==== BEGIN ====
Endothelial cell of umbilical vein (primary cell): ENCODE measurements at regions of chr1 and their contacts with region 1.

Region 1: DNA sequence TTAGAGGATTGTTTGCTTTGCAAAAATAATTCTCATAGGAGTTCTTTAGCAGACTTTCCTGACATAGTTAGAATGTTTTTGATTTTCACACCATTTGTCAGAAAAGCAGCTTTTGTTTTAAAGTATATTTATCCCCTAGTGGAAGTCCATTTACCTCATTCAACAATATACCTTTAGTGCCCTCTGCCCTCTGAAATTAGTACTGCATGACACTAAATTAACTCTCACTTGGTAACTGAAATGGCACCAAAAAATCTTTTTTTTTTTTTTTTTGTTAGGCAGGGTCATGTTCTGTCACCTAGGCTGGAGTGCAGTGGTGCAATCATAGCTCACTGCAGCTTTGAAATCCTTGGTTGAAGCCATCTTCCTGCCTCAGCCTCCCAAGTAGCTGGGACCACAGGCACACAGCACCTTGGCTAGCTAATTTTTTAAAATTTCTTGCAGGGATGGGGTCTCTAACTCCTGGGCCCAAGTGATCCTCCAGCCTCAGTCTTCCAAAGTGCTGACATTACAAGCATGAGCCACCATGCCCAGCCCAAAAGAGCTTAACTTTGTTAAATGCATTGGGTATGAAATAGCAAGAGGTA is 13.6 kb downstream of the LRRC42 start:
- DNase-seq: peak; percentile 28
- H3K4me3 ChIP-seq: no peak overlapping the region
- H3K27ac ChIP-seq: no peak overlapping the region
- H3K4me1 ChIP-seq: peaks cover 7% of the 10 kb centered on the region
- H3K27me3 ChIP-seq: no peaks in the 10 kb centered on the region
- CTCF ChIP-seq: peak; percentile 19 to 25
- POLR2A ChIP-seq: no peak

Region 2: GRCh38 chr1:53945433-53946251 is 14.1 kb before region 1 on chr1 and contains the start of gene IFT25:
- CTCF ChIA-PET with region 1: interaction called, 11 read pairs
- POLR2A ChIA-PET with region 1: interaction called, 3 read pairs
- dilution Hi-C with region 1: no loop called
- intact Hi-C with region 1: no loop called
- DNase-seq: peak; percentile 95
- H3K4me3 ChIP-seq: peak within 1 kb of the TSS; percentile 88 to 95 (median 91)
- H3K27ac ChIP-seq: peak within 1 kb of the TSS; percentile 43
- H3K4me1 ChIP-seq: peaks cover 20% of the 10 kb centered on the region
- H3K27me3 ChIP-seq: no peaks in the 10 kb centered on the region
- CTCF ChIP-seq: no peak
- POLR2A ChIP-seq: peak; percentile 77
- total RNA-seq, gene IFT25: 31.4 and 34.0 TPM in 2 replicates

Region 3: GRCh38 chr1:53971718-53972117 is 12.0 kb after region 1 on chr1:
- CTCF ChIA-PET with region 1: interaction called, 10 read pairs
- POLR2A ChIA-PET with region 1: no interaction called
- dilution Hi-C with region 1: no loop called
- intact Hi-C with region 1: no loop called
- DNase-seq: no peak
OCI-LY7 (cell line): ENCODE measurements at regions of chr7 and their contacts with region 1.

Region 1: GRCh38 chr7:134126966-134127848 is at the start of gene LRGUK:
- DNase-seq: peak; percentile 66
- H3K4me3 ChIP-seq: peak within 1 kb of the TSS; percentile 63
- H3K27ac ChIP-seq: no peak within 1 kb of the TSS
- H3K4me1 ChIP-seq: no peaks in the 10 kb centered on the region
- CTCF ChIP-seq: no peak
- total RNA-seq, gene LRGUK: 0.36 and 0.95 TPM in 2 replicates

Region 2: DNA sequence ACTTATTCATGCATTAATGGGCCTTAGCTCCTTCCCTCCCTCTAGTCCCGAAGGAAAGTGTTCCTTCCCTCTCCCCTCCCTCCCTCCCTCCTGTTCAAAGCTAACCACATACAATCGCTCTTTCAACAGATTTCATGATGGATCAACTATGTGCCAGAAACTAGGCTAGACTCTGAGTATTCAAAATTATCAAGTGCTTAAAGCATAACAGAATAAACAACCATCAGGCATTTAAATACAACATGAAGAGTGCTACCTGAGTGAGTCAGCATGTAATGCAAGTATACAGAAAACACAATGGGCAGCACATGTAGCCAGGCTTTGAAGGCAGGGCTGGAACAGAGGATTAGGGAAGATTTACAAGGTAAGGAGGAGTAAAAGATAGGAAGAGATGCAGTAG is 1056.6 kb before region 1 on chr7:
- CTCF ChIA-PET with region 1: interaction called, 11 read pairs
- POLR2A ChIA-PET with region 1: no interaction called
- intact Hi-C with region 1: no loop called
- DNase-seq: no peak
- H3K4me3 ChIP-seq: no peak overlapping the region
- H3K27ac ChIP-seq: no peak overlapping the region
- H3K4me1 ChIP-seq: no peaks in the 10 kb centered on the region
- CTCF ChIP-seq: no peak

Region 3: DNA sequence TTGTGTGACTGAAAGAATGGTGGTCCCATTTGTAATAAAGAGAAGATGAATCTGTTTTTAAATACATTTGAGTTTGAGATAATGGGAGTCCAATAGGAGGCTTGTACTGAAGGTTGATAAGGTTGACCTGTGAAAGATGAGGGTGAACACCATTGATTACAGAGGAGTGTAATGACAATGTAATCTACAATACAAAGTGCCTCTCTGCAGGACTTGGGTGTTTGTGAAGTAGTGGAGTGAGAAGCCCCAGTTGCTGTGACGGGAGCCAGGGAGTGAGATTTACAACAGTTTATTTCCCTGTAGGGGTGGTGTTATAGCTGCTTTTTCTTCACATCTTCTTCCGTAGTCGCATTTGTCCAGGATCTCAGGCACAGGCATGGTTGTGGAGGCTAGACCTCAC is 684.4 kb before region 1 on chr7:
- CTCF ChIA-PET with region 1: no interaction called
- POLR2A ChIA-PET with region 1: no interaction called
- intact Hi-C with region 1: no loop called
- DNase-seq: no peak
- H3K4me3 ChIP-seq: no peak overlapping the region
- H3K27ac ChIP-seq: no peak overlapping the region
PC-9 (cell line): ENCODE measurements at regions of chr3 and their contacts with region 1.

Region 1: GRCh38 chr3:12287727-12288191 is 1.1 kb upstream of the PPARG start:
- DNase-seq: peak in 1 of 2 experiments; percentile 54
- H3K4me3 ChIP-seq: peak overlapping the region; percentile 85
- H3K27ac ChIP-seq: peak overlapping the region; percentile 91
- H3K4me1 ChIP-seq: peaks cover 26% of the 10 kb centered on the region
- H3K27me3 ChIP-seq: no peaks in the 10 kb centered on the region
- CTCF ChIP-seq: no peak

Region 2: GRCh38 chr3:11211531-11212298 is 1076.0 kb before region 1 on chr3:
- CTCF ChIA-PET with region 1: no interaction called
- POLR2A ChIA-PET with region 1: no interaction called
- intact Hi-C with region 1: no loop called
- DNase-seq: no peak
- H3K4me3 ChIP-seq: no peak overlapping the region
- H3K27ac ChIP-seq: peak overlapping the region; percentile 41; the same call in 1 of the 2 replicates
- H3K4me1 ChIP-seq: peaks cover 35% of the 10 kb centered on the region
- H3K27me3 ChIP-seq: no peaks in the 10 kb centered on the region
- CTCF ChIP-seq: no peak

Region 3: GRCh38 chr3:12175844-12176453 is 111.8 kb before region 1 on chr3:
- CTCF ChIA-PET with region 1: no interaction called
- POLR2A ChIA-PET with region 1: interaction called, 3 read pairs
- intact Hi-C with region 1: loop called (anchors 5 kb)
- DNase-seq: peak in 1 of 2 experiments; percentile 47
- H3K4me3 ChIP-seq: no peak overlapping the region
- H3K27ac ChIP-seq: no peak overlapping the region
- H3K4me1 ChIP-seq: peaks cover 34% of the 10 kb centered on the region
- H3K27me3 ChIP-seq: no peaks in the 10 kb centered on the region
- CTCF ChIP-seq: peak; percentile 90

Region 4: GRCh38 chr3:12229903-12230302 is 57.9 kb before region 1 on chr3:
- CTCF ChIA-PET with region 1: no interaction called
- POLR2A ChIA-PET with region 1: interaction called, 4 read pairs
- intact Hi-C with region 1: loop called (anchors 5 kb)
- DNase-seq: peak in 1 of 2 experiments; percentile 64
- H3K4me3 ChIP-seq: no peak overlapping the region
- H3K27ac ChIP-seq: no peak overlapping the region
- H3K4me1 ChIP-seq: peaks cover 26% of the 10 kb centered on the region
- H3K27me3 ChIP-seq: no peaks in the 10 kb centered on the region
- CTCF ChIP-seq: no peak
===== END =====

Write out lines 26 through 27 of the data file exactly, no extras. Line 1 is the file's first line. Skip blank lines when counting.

- dilution Hi-C with region 1: no loop called
- intact Hi-C with region 1: no loop called